People living near the Nashwaak and Upper Miramichi rivers should be ready for flooding, the Emergency Measures Organization said Thursday.
The EMO is monitoring several ice jams in the province resulting from the recent mild weather and rain. There are three ice jams on the Nashwaak River — at Durham Bridge, below the Tay Bridge and below the MacLaggen Bridge.
One ice jam is on the Upper Miramichi River at Norrad Bridge near Bloomfield.
EMO says these ice jams have the potential to cause rapid water level increases and ice movement.
They are advising people who live nearby to be on alert and call 911 if help is needed to evacuate quickly.
"We just want to stress to people to be aware and be alert because ice jams are unpredictable," said Paul Bradley of the Department of Public Safety.
"Ice can be pretty unpredictable when it moves," he said. "It will potentially jam at locations where it has not in the past."
'We just want to stress to people to be aware and be alert because ice jams are unpredictable.' - Paul Bradley, EMO spokesperson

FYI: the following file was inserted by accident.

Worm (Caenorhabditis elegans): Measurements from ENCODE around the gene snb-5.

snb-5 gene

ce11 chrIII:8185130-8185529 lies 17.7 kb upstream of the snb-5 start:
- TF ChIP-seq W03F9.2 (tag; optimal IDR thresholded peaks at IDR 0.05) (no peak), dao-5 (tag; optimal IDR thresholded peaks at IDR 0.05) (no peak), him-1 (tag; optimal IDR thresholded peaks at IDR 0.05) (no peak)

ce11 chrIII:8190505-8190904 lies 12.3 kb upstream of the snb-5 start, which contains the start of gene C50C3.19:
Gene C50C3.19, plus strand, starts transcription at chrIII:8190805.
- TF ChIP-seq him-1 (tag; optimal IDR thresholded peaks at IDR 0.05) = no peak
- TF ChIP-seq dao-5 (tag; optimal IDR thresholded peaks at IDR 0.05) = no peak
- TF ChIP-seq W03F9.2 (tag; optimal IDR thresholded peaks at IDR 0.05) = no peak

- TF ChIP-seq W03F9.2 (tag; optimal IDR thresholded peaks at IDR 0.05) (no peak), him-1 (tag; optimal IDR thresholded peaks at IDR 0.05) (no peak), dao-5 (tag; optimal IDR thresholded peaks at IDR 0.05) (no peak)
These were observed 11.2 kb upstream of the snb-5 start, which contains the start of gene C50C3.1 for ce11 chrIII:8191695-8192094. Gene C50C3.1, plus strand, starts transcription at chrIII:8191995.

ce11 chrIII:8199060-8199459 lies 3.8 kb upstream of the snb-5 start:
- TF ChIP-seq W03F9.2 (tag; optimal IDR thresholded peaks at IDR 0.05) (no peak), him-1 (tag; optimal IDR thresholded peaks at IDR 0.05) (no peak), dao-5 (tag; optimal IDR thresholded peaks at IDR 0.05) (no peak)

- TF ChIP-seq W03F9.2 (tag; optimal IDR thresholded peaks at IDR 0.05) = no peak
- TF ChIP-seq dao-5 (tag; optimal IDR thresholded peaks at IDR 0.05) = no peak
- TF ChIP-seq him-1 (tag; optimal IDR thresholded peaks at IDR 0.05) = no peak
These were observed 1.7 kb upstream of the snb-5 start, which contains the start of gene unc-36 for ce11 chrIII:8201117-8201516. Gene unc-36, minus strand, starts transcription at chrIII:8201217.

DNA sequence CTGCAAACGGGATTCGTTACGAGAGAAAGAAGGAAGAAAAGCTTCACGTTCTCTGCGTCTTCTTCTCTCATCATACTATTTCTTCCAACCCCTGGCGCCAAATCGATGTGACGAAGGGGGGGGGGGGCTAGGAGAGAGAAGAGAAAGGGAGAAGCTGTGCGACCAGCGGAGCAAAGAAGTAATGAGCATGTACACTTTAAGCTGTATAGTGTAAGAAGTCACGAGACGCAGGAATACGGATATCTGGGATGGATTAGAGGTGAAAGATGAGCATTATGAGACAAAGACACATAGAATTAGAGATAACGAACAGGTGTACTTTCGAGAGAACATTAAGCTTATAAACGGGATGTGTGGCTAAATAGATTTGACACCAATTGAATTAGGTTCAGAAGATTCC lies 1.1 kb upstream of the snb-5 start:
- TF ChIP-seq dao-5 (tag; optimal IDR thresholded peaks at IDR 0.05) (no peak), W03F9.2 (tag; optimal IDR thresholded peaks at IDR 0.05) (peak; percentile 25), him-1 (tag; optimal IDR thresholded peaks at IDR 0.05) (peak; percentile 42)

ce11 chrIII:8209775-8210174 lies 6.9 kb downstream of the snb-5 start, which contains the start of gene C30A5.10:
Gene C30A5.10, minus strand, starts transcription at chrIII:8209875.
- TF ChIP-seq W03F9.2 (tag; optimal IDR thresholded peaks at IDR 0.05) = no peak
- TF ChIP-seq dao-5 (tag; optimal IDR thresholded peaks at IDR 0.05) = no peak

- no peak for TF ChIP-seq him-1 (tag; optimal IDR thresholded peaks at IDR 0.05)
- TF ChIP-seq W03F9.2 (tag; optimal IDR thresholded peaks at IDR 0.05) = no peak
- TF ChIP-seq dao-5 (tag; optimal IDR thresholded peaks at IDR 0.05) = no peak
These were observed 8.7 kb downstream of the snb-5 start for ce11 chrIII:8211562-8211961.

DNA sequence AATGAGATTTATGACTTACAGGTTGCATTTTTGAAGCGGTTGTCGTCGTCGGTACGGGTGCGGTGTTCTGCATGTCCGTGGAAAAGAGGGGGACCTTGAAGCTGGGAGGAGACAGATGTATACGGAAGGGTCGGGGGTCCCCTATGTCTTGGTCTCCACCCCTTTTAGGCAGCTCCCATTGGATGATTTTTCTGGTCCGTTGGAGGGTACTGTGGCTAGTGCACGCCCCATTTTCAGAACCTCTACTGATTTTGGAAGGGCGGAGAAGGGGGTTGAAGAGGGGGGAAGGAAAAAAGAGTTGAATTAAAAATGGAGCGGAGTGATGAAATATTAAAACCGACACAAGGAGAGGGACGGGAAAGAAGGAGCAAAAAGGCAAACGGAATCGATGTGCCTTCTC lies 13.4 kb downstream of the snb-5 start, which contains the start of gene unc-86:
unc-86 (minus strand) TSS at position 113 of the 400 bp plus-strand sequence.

Bradley cautioned people to stay off ice surfaces.
"People should stay away from the edge of streams, tributaries and rivers because you could be struck by moving ice," he said. "Avoid being on the ice with any recreational vehicles or even avoid standing on the ice because it's very dangerous."
Ene Vahi has lived on the Nashwaak banks for 25 years.
"This is all flooded in through the trees," she said of the area down to the trail near her home.
She said the ice flow had dammed the river down from her house.
"It's never jammed down there before. You just never know from one year to the next how it's going to go."
Two ice jams broken loose
EMO has been watching three ice jams along the Nashwaak River. Two of them have already broken loose. The province was hit on Tuesday by heavy rains and warmer temperatures, creating the ice jams.
In March 2013, an ice jam on the Nashwaak caused localized flooding in Stanley. Residents of 10 homes and one business had to be moved and the village fire hall also flooded.
EMO says it also continues to monitor flooding on Route 101 in Hoyt. Water is rising there and covering the road.
The transportation department has closed Lucy's Gulch Road in the Perth-Andover area. It's located between Route 105 and Route 380. No homes are affected.
The transportation department says the Lucy's Gulch Road road is deteriorating. It will be assessed for possible repair in the spring.
Environment Canada said Thursday that temperatures are forecast to be above freezing in the day and at zero or below at night for the next 24 hours.
River ice conditions are expected to stabilize as stream flows are forecast to steadily decrease in rivers, streams and tributaries, it said.